IS shared firewall can barely cope with regular traffic and if you are a customer you will notice frequent outages in the customer zone. AFAIK there is no dedicated DDoS infrastructure at IS (and I doubt that any other ISP has a sophisticated DDoS protection in place). The hosting provider should ensure that the edge network is protected, and there are plenty of devices out there capable of just doing this. It all comes down to the cost of the infrastructure.

I am still surprised that AH hosts at IS - it's a constant ping-pong between AH and IS blaming each other for downtime. To say that "DDoS ar “really not fair play from a technical perspective" is like sticking your head in the sand. It's a reality that botnet traffic can be bought cheap and ISPs will rather expose their clients than spending money on infrastructure and skill-set.

In all DDoS attack patterns so far, the websites came back up due to the fact that the attackers stopped the DDoS attack and not because some ISP mitigated the attack.
Very interesting, thanks for this information!
 

r00igev@@r

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One does not use a firewall to mitigate a DDoS attack.
Of course you do. What you mean is that you do not ONLY need to use a firewall to mitigate a DDOS attack.

A firewall operates as a router and is a gateway hop. (All you do on the firewall is set the targeted host as destination host unreachable to the attacking sources.
 

Lord Nikon6

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Of course you do. What you mean is that you do not ONLY need to use a firewall to mitigate a DDOS attack.

A firewall operates as a router and is a gateway hop. (All you do on the firewall is set the targeted host as destination host unreachable to the attacking sources.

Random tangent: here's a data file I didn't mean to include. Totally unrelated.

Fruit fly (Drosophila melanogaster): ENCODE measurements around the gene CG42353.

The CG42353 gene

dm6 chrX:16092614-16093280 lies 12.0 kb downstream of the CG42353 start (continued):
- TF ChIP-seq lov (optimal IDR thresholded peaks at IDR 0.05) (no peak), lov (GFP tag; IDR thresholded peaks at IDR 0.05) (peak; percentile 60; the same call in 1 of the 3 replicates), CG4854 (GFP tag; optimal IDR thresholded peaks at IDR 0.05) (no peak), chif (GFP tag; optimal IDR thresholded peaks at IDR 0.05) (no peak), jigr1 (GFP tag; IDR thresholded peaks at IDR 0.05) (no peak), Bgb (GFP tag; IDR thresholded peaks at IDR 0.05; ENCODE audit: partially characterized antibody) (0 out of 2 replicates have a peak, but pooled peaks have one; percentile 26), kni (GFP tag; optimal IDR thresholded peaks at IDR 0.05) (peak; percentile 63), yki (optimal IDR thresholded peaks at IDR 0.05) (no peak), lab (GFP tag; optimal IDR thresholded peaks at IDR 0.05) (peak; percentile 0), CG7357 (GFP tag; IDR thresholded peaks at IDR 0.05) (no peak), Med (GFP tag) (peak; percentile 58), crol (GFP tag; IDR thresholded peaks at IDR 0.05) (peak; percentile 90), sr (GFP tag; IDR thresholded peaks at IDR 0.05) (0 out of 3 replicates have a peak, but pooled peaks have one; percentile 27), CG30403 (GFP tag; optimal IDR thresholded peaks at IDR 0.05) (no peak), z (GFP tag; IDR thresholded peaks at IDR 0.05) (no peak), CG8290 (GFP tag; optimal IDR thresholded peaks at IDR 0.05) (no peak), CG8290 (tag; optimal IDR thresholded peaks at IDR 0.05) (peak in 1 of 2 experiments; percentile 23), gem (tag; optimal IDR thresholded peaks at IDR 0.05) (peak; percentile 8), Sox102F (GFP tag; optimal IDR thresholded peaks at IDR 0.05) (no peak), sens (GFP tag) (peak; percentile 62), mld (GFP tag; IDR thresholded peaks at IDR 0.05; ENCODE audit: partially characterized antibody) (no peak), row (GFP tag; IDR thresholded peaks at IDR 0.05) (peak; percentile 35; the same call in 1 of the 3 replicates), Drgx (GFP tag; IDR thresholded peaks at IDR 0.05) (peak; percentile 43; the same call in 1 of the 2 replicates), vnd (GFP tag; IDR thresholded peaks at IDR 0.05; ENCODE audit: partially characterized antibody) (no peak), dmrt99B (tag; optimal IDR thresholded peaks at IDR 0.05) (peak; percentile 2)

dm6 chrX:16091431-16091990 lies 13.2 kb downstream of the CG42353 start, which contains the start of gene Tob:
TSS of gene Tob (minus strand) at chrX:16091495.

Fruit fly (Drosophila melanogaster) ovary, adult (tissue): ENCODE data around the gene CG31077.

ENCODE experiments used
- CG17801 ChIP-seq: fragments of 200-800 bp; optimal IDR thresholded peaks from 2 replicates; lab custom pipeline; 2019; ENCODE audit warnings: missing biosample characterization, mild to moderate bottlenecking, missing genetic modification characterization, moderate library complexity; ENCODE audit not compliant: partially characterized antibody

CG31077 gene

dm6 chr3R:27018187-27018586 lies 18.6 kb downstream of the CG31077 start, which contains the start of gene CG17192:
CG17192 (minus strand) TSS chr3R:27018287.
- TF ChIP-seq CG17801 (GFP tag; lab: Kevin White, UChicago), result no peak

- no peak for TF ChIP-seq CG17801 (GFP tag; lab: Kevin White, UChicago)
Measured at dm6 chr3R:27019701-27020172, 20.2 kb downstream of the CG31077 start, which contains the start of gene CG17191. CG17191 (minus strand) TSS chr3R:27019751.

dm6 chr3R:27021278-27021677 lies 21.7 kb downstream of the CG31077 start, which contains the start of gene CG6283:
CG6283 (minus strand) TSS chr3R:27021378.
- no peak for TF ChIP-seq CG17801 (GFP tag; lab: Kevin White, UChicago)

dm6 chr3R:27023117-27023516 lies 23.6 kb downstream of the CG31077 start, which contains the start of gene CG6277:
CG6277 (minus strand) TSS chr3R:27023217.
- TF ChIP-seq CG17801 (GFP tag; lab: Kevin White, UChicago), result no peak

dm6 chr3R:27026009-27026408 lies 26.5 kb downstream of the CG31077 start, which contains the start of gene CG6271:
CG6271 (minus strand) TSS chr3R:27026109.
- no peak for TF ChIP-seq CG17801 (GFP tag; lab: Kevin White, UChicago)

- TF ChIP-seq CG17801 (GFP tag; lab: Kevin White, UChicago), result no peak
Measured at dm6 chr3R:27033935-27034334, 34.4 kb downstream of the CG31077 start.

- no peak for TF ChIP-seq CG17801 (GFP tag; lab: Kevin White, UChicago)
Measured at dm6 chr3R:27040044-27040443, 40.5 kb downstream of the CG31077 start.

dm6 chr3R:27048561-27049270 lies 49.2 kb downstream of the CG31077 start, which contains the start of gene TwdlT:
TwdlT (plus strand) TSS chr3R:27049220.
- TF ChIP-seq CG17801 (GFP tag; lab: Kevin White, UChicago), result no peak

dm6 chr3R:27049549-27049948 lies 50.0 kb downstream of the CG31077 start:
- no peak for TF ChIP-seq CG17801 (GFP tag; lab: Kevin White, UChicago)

If you set that on the firewall, you will still be receiving an extremely large amount of data travelling to your website. The fact is, there is no way for you to detect all the attacking sources at such a large scale. say,set this rule on your firewall for 10 000 attacking sources, how will you do that in minutes? Remember, you need to determine every IP that is attacking, which, fair enough, can be determined easily with some network monitoring tools, and this from a series of different IP ranges. So you set your rules, the attacker changes the proxy that the attack is generating from(given, that it is a completely controlled movement and is not run via windows viruses), leaving your rule pointless.

Keep in mind that many of the anonymous attacks are botnets being run willingly on user computers...They can just as simply say, please reboot your router to get a new dynamic IP.
 

JayM

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Of course you do. What you mean is that you do not ONLY need to use a firewall to mitigate a DDOS attack.

A firewall operates as a router and is a gateway hop. (All you do on the firewall is set the targeted host as destination host unreachable to the attacking sources.
You do not use a firewall to mitigate a DDoS attack, period. Firewalls are usually the first thing to choke in an attack, and mitigation has to be done before them, on dedicated devices with ASICs designed to perform only this function. They also have to have enough bandwidth (usually tens of Gigabits+) to absorb the attack before cleaning the inbound traffic. There is a reason these mitigation devices (and services using them) are freaking expensive: they are the only thing that can do the job. Lord Nikon6 is right - simple rules on a firewall will be sidestepped by a 12 year old script kiddie, and that's if the CPS or volume of traffic hasn't bombed your firewall before that.

As to your second statement - many firewalls run in L2 mode while doing L3+ inspection. They do not have to act as routers or gateways.
 

Roman4604

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You do not use a firewall to mitigate a DDoS attack, period. Firewalls are usually the first thing to choke in an attack
Agreed, even the highest-end firewalls are still based on an architecture of running complex sw on general purpose CPUs, largely on PC based hardware components. On multi-Gigabit networks it doesn't take much to exhaust their processing/forwarding resources with an avalanche of maliciously crafted micro-packets.

There is a reason these mitigation devices (and services using them) are freaking expensive
Yeah at the extreme no in-line devices, besides the ASIC based core routing switches, will be able to handle the situation. Carrier grade DDoS prevention systems thus sit out of band analysing traffic patterns and once a threat scenario is detected, they orchestrate the core's BGP routing protocol to blackhole the offending flows as close to source as possible.